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Wednesday, February 16, 2005

Tax Reform

Mort Kondracke has an article in Real Clear Politics about how the democrats have an opportunity to come up with some new propossals on tax reform. He also has a few examples of some interesting ideas floating around out there. This one peaked my interest:

To do this, she would eliminate the payroll tax and replace it with taxes on the difference between what a person earned and what he or she saved - a consumption tax like sales taxes and value added taxes, but more progressively imposed. Her idea is that people would pay no tax on the first $25,000 of spending, 10 percent on spending from $25,000 to $100,000 and 15 percent on spending above $100,000. 'The less you spent, the lower your tax rate would be,' she wrote. Low-income earners would for the most part be taxed less onerously, since they spend less. Middle- and high-income earners would have an incentive to save their money, preparing for retirement and bolstering the country's long-term economic prospects.'
I'll probably want to think about this a little more, but it seems like a very interesting idea and certainly workable. The biggest deal for me with reform though, is it should simplify the tax code, reducing the paperwork involved which is, I believe, an intrinsically regressive factor. Currently, only those who can afford good tax advice get to take advantage of loopholes. I prefer to just make it simple and fair. This is probably a dream though, as I doubt politicians will have any real motive to make things easier for average people. Update: Cube has his own post on this topic.


Blogger Bill said...

I agree with you that it's an interesting idea, but I'd like to see how investment spending and savings are incorporated into it. At face value, this seems to be targeted at people who don't own stocks or inventment property (rentals). How do capital gains play into it?

Just my two cents.

2/16/2005 01:06:00 PM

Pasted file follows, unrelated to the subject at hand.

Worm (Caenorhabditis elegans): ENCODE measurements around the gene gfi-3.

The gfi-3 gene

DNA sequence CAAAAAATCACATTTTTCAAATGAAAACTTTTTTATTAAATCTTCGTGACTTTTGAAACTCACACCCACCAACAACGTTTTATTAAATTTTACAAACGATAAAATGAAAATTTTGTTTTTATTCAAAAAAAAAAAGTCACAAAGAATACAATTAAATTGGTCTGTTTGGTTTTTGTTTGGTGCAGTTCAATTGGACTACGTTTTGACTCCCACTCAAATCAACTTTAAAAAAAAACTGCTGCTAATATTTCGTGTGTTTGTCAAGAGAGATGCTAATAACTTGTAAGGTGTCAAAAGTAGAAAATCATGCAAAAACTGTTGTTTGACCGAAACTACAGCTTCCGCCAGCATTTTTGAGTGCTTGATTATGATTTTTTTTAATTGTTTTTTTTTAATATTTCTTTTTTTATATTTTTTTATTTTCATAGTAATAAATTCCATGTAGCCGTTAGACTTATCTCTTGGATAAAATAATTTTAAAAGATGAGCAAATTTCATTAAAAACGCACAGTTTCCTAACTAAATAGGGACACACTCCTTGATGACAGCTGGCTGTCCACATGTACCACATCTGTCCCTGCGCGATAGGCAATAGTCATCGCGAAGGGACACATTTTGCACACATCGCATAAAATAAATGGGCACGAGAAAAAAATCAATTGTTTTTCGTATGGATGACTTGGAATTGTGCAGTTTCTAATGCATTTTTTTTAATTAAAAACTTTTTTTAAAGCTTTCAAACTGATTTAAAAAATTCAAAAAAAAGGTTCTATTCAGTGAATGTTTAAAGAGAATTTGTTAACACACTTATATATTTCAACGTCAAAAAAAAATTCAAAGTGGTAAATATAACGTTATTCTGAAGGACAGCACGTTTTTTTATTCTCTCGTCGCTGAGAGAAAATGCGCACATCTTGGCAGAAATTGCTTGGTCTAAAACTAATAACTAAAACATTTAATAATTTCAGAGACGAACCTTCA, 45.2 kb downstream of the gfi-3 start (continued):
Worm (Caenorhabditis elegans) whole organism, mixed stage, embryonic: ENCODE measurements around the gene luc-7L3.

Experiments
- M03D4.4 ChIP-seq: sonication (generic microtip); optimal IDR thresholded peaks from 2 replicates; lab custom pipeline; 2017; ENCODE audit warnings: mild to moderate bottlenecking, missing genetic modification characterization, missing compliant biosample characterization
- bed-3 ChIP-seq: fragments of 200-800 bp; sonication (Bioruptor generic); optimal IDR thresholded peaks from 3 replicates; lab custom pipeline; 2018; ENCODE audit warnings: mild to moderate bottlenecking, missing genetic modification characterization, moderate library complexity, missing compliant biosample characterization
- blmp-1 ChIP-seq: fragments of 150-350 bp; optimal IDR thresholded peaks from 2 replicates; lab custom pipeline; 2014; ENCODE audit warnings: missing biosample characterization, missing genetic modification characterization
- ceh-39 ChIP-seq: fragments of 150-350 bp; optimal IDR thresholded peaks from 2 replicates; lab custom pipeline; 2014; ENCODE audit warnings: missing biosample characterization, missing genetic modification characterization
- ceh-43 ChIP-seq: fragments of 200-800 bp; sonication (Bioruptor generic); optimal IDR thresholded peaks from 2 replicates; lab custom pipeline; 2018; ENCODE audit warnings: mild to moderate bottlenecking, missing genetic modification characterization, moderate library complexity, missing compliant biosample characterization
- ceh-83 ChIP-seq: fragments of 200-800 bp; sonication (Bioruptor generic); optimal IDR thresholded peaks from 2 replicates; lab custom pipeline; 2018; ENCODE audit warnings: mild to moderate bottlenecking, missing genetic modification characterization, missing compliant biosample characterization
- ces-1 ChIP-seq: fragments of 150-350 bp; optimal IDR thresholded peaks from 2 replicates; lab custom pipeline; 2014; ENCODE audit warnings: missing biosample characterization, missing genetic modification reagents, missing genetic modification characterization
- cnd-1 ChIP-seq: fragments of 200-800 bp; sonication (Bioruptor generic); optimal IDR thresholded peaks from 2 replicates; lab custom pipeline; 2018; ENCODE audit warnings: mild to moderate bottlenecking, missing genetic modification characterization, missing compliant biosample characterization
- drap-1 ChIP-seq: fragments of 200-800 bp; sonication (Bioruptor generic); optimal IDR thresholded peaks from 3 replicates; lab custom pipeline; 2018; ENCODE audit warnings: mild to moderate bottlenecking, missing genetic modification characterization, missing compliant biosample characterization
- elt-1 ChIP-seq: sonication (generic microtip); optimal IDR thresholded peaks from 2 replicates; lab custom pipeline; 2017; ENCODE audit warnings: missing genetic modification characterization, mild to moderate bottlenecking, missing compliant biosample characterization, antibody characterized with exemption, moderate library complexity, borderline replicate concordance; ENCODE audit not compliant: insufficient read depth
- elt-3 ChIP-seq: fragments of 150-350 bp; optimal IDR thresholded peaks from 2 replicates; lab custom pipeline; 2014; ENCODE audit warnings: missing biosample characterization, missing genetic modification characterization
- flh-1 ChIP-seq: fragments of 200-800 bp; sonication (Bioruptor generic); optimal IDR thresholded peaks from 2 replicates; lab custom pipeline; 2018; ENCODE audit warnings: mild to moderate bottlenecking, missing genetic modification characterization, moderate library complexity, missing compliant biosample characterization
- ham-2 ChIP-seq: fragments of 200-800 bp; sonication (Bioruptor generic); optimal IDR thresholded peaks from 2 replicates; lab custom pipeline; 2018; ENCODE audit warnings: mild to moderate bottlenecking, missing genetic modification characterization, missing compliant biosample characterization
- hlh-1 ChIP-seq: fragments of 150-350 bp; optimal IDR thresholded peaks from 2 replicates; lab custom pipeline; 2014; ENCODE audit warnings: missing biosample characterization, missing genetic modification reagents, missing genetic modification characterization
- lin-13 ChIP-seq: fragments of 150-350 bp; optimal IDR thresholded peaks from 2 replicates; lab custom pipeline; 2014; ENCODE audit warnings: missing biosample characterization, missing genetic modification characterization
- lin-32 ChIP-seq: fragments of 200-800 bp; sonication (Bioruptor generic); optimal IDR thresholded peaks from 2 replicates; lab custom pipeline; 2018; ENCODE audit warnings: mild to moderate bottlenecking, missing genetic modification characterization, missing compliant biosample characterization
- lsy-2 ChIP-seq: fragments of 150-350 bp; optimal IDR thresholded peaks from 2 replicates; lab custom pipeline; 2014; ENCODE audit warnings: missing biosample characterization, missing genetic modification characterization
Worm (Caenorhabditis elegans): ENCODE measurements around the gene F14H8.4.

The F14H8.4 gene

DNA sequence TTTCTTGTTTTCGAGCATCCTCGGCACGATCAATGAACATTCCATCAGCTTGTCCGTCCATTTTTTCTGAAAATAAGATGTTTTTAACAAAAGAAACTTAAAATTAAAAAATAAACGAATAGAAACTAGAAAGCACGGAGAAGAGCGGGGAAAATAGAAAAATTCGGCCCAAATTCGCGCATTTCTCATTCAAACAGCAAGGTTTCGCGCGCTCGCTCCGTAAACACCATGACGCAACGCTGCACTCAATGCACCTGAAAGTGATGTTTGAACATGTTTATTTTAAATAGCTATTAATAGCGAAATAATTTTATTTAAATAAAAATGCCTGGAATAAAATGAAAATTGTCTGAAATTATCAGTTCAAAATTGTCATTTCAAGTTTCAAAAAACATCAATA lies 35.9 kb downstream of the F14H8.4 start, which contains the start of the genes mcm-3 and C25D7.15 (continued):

Blogger Dave Justus said...

It seems that this is only designed to replace our personnal income tax and wouldn't affect capital gains or corportate income taxes.

I think that the idea could be expanded to include more than that, particularly capital gains, but determining how much a person 'spent' would be difficult.

2/16/2005 01:23:00 PM  
Blogger tsykoduk said...

When I think about simplicity in the tax structure, I think about a few things - Everyone paying their fair share, and me not doing any paperwork at all.

"but determining how much a person 'spent' would be difficult."

I think that a flat sales tax on all non-food things would take care of that. Jack it up to about 12 or 14% - but level it out. So, anytime that you buy a thing, you pay the taxes. If you buy lots of things, you pay lots of taxes. If you are a spendthrift, you dont. Determining how much you spend is a non-issue. Just sales tax it.

The only problem, is that I think the tax attornies and CPA's would revolt if they saw something like this. No complicated tax code? they would be out of a job.

2/16/2005 01:59:00 PM  
Blogger Cubicle said...

I was a very strong proponet of the sales tax and only the sales tax with the exemption for food.

I still think that would be fairer, but it would open up the chance for the goverment to decide which foods were taxed and how much they were taxed. The could in effect enact fat taxes easier.

I am afraid that the sales tax would be come more and more complicated as time when on, with it taking on purposes such as sin taxes, and gasoline taxes have in some cases.

The flat tax seems the easiest to impplent (saving time and money), though a very large amount of money is going to be lost from the rich and will have to be made up by rasing the general flat tax.

In other words, this will in effect be rasing the taxes on a very large percent of the population (which actually is 100 percent fair, but i doubt the democrats will let bush play it off that way).

I doubt that a flat tax would have the intended effect of lowing goverment spending that some say it would, because people would just expect the rich to pay more, just like they are now. I also doubt with these problems the flat tax would last very long. (not to mention all the people out of a job).

I see serious problems (not in theory) but in application with both of these ideas.

2/17/2005 09:02:00 AM  
Blogger Cubicle said...

sorry for the lenght

2/17/2005 09:04:00 AM  
Blogger Dave Justus said...

No length limit on this blog!

Write as much as you want, comments are always appreciated and some things take a bit of space to say.

2/17/2005 01:07:00 PM  

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